Writing in English is the most ingenious torture ever devised for sins committed in previous lives. The English reading public explains the reason why. – all from James Joyce



Posted in History by patriciahysell on June 16, 2015
George Stinney, Jr.'s mugshot

George Stinney, Jr.’s mugshot

June 16, 1944: George Stinney, Jr. is executed. Stinney was born and raised in Alcolu, South Carolina. Betty June Binnicker, 11 years old, and  Mary Emma Thames, 8 years old, were looking to pick some flowers. The two white girls lived on the other side of the tracks – literally. The town was divided by the railroad tracks with the whites on one side and blacks on the other. On March 23, 1944, the two girls rode their bikes across the tracks to find some “maypops” or passionflowers. They stopped by the Stinney house where George and his sister, Katherine, were playing outside. The girls asked if they knew where to find some of the flowers. They were never seen alive again.

Search parties were organized the next morning to search for the girls. They were found dead in a ditch with blunt force trauma to their heads and faces with wounds consistent with being struck repeatedly with a hammer. There was also bruising of Betty’s genitalia noted during the autopsy. George was arrested. His father was fired from his job and the family left town to avoid the violence threatened against them. That left 14 year old George alone without any support or adult to look after his concerns. His court appointed counsel was a tax commissioner campaigning for election to a local office.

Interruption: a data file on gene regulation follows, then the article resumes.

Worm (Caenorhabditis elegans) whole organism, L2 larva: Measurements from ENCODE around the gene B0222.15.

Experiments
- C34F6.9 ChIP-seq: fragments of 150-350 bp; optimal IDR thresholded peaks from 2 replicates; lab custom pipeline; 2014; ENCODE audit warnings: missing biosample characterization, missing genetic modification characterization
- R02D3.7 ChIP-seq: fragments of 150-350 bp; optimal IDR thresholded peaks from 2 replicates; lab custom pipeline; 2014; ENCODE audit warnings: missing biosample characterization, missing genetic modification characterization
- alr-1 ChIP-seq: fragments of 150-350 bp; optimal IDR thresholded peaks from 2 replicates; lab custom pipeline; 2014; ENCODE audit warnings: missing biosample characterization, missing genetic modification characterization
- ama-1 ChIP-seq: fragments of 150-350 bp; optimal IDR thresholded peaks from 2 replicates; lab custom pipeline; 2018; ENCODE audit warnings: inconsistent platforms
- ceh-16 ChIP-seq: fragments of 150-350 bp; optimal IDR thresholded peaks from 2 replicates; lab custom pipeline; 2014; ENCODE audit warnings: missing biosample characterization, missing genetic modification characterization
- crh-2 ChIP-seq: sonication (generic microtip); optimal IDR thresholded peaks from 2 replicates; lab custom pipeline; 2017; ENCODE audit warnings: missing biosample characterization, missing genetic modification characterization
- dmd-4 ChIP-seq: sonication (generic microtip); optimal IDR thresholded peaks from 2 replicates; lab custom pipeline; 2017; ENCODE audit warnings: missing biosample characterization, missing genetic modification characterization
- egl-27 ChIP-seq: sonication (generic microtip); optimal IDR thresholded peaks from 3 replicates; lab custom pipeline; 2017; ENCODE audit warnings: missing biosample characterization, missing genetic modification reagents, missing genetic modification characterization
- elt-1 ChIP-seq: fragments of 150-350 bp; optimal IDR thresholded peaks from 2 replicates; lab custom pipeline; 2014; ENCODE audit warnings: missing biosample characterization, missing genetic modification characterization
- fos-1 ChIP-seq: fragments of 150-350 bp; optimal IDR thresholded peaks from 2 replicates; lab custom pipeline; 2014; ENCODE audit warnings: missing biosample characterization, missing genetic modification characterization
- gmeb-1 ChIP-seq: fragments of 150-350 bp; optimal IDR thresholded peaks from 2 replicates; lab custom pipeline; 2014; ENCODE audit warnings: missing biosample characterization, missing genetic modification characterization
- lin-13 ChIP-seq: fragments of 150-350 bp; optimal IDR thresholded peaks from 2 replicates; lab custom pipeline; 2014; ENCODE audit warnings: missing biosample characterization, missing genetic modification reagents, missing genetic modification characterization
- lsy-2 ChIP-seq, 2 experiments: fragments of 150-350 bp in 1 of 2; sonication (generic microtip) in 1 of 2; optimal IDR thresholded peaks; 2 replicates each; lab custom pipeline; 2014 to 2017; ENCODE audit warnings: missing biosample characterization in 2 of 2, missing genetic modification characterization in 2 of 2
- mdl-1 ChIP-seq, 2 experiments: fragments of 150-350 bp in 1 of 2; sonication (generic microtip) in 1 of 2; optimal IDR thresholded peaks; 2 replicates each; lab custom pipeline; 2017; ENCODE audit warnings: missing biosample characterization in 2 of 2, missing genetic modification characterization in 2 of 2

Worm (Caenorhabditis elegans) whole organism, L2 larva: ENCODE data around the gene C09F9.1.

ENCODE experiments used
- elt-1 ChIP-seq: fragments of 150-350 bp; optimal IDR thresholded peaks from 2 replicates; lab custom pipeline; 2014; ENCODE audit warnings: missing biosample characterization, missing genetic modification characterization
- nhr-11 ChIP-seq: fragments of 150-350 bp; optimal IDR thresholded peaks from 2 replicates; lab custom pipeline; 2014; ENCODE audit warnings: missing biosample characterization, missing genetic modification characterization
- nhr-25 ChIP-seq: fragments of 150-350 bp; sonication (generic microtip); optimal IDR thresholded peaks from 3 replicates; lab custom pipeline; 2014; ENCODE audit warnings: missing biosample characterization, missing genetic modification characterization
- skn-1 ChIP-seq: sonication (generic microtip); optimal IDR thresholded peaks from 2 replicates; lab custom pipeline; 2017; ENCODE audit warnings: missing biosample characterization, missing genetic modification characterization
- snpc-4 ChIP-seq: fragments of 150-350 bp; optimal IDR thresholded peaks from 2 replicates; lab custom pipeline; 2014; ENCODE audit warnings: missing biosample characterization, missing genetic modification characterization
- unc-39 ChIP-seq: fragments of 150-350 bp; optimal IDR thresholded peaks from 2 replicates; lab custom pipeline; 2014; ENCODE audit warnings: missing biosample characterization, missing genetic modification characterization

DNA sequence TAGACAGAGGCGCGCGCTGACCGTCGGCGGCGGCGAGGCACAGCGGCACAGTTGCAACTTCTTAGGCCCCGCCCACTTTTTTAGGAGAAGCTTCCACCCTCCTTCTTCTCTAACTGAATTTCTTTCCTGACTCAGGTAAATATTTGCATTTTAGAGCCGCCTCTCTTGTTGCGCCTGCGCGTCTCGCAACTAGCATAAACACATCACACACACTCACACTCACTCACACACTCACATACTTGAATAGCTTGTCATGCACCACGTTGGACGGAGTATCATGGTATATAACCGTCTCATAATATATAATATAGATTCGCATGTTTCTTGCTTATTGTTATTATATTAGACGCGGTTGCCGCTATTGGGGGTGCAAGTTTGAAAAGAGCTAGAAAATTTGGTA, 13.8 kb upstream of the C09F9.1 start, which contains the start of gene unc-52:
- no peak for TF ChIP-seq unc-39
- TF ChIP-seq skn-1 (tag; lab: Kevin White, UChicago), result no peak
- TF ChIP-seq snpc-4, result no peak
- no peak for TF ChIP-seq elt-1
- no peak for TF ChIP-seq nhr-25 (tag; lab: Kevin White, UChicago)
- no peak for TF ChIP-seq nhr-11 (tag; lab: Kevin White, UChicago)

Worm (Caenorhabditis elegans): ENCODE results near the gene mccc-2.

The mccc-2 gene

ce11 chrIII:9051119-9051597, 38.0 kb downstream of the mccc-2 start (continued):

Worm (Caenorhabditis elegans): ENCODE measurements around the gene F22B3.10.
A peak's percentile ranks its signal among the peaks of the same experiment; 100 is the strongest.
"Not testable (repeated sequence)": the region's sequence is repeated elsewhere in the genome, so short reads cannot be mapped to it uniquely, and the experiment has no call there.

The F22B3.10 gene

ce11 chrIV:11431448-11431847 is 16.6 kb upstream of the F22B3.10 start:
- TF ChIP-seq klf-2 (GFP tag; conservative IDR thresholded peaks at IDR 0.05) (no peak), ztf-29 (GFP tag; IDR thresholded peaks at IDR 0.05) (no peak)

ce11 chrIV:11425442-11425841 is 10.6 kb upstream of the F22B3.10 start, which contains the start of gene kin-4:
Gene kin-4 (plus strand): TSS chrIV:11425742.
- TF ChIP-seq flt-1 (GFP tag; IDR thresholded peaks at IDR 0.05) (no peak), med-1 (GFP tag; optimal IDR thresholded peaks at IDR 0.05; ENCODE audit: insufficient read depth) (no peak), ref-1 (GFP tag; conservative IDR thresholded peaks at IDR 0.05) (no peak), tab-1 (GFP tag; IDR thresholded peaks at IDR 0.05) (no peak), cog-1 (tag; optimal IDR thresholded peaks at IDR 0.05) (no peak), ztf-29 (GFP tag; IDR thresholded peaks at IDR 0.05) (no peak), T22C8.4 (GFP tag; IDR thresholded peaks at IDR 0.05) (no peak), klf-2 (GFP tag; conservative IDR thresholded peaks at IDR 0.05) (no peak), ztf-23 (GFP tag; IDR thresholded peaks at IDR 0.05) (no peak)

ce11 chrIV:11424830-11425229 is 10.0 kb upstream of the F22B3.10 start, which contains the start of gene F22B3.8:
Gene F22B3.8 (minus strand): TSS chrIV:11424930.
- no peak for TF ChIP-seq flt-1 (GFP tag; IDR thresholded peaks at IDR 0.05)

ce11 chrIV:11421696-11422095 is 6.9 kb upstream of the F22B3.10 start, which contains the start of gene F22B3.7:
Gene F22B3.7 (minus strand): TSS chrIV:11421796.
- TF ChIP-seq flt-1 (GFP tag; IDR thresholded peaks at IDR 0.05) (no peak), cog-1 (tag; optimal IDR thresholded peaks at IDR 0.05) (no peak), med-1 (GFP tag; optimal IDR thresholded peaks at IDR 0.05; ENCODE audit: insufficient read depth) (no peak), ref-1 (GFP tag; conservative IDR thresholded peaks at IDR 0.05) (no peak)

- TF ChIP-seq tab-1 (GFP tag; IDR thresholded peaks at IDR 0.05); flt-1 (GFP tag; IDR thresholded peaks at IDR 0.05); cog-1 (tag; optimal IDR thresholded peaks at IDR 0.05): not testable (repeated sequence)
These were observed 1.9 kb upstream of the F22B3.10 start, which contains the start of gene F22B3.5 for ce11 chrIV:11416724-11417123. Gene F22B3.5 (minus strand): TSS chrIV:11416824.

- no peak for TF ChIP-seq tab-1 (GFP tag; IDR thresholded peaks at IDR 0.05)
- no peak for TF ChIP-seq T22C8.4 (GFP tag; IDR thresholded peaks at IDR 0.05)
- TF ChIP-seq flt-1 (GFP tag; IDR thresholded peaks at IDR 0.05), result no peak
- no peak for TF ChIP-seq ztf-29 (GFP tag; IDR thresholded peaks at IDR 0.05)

At the time, African-Americans were not permitted to vote in South Carolina and the only way to be selected as a juror was to be selected from voting records. Therefore, the jury was all-white. The entire session lasted for about two and a half hours which included the jury selection process, the trial, and the deliberation period. Three police witnesses claimed George had confessed to the crime (something he denied). There was no record of any confession to present as evidence. In fact, there was no evidence at all. George’s counsel did not challenge the witnesses. The only other witnesses were the man who discovered the bodies and the two doctors who performed the autopsies. George’s counsel called no witnesses. After ten minutes, the jury returned with a guilty verdict.

George was executed in Columbia (capital of South Carolina) on this day at 7.30 PM. He was the youngest person to be executed in the US during the entire century. The slight teenager was only 5’1” tall and weighed just over 90 pounds. He did not fit into the electric chair, his means of execution. He carried a Bible with him to the execution chamber and had to sit on it to fit better into the chair. The face-mask slipped during the delivery of the first jolt and he wide-open eyes, brimming with tears were visible. It took two more jolts before he was dead. Only 81 days had passed from the time he was arrested until his execution. In 2004, a local historian looked into the case and had it reopened. On December 17, 2014, George Stinney’s conviction was vacated as it was cited that the teenager had not received any kind of defense at his trial and his Sixth Amendment rights had been violated.

If we can get the case re-opened, we can go to the judge and say, ‘There wasn’t any reason to convict this child. There was no evidence to present to the jury. There was no transcript. This case needs to be re-opened. This is an injustice that needs to be righted.’ – Steve McKenzie, South Carolina lawyer